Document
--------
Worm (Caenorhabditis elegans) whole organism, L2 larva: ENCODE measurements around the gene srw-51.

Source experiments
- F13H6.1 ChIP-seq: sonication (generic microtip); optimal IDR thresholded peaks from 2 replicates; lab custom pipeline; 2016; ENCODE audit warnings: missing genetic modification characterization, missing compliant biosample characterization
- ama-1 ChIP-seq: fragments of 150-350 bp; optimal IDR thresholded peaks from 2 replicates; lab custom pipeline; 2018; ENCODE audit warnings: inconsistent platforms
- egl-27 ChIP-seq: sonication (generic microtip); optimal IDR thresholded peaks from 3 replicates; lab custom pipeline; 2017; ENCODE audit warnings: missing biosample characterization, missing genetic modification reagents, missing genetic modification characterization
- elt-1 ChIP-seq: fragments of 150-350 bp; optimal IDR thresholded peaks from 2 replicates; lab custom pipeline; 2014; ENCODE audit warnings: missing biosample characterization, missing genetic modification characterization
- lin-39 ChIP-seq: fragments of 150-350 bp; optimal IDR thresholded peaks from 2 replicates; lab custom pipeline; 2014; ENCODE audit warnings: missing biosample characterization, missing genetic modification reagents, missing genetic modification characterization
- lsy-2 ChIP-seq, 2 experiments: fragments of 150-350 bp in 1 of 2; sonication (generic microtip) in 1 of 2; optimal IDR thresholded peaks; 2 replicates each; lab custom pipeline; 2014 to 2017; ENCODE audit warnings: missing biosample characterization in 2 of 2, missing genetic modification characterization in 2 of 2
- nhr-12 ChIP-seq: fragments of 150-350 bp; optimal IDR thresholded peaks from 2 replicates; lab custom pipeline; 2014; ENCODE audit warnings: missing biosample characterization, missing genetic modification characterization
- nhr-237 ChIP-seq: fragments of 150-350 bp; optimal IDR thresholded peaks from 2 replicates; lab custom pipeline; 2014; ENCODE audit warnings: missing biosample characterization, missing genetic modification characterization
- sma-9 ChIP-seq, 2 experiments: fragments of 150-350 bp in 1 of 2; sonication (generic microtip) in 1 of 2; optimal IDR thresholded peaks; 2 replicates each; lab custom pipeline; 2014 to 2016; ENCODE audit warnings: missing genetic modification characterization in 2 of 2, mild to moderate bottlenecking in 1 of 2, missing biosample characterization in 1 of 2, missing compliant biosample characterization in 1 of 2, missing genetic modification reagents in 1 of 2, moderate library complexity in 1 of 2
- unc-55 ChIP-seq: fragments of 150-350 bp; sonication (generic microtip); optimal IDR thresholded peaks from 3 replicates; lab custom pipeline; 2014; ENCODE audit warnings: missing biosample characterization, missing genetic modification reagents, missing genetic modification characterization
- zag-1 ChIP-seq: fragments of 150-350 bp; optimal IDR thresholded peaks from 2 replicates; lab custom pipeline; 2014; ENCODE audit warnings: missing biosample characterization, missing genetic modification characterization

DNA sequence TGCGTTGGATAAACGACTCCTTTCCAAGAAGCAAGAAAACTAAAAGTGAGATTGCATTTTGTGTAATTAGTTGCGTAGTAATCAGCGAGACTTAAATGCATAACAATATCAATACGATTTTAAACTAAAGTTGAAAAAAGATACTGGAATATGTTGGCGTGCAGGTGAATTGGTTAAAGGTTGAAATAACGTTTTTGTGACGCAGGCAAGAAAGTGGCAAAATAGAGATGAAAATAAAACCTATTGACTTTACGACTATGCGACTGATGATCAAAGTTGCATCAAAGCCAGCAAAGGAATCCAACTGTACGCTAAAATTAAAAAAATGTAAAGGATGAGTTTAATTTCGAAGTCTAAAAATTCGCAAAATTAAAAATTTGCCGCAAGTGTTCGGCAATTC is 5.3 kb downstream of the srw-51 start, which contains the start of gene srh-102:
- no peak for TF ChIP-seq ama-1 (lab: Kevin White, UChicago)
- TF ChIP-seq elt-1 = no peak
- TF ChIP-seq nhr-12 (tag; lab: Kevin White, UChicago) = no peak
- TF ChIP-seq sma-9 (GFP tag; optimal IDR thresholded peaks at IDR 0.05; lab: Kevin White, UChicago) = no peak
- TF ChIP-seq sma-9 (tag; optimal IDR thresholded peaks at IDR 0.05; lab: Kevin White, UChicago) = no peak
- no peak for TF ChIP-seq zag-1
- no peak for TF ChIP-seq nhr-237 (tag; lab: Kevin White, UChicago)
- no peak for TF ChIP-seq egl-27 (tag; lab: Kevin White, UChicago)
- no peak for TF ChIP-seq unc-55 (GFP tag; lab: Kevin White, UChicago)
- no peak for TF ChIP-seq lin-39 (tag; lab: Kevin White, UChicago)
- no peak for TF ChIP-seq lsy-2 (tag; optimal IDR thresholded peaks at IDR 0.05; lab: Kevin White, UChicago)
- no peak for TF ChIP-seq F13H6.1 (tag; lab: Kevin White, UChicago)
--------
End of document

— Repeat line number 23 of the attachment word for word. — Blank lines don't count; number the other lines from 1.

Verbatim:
- no peak for TF ChIP-seq unc-55 (GFP tag; lab: Kevin White, UChicago)